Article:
International group calls for better access to safe abortion

Almost half (45.1 per cent) of the 55.7 million abortions estimated to have occurred each year between 2010 and 2014 were unsafe, according to an international research group co-led by the World Health Organization (WHO) and the Guttmacher Institute, US.

They also found that the global proportion of unsafe abortions is significantly higher in developing countries than developed countries, at 49.5 per cent compared to 12.5 per cent.

When grouped by the legal status of abortion, the proportion of unsafe abortions was significantly higher in countries with highly restrictive abortion laws than in those with less restrictive laws.

Senior author of the paper Dr Leontine Alkema, from the University of Massachusetts Amherst, US, and her colleagues wrote that although scientific advances now make safe abortion possible at the primary care level, unsafe abortions still persist, resulting in a high “burden of complications”. This includes maternal deaths and high costs to women, families and health systems.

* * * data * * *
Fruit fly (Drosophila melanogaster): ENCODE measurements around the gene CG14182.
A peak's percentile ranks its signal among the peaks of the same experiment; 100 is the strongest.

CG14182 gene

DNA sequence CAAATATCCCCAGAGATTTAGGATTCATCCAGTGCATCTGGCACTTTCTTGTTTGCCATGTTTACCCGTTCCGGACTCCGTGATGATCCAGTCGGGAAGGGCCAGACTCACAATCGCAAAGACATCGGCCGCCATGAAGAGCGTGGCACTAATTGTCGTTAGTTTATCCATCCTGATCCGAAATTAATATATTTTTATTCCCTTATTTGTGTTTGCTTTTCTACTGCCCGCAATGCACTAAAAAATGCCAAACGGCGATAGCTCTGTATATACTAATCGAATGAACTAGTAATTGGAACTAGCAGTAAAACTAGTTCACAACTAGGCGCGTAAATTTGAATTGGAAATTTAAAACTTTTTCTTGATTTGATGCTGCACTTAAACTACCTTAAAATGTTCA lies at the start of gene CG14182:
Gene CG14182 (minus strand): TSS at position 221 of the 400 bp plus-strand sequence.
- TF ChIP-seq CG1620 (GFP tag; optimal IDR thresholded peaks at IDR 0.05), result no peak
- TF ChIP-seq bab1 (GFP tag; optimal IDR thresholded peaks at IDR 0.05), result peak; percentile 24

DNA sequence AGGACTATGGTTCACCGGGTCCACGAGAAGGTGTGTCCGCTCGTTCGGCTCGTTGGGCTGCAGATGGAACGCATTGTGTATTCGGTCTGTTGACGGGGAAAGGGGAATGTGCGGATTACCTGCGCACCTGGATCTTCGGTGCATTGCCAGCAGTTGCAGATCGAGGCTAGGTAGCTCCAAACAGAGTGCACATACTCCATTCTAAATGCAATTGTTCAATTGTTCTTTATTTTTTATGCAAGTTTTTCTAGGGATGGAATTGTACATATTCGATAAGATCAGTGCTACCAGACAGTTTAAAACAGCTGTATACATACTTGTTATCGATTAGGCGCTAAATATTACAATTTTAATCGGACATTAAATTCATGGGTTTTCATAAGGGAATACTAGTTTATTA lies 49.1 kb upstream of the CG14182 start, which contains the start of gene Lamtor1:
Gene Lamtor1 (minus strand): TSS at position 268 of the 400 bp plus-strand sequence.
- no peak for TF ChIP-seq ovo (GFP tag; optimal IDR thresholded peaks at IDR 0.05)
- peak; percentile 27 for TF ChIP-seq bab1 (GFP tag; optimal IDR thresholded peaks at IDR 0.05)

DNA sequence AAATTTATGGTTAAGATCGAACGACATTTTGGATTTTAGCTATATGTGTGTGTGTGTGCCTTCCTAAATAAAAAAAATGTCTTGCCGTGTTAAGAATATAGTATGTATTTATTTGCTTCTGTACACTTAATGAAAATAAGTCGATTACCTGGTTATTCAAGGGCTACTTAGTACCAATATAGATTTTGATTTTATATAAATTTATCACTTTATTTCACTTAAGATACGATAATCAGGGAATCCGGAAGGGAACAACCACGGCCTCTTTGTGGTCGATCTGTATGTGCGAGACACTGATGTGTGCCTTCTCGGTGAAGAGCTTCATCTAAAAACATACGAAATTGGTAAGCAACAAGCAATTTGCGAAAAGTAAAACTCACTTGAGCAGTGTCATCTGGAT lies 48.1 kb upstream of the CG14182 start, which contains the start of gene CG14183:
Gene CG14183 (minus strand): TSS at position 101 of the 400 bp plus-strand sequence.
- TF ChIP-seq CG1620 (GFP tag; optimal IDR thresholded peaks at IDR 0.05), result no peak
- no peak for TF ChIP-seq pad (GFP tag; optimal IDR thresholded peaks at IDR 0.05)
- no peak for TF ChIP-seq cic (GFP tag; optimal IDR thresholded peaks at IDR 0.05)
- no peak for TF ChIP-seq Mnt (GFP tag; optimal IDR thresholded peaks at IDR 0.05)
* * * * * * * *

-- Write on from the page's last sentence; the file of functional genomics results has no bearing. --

The researchers said that increased efforts are necessary to ensure access to safe abortion, particularly in developing countries.

Dr Alkema said: “Earlier studies on this topic defined unsafe abortions as those that take place illegally or in countries with restrictive abortion laws. This is the first study to produce information on abortion safety that directly relates to the WHO definition and guidelines related to safe abortions.”

The researchers categorised abortions as ‘safe’ or ‘unsafe’, creating two subcategories within the unsafe category, ‘less safe’ and ‘least safe’.

Dr Alkema explained that in order for an abortion to be safe, both the method used as well as the abortion provider need to be in line with WHO guidelines.

Unsafe abortions include all other abortions, but those can range from the very unsafe use of dangerous invasive methods, which are provided by untrained individuals, to the relatively safer use of abortion drugs outside formal health systems.Image removed.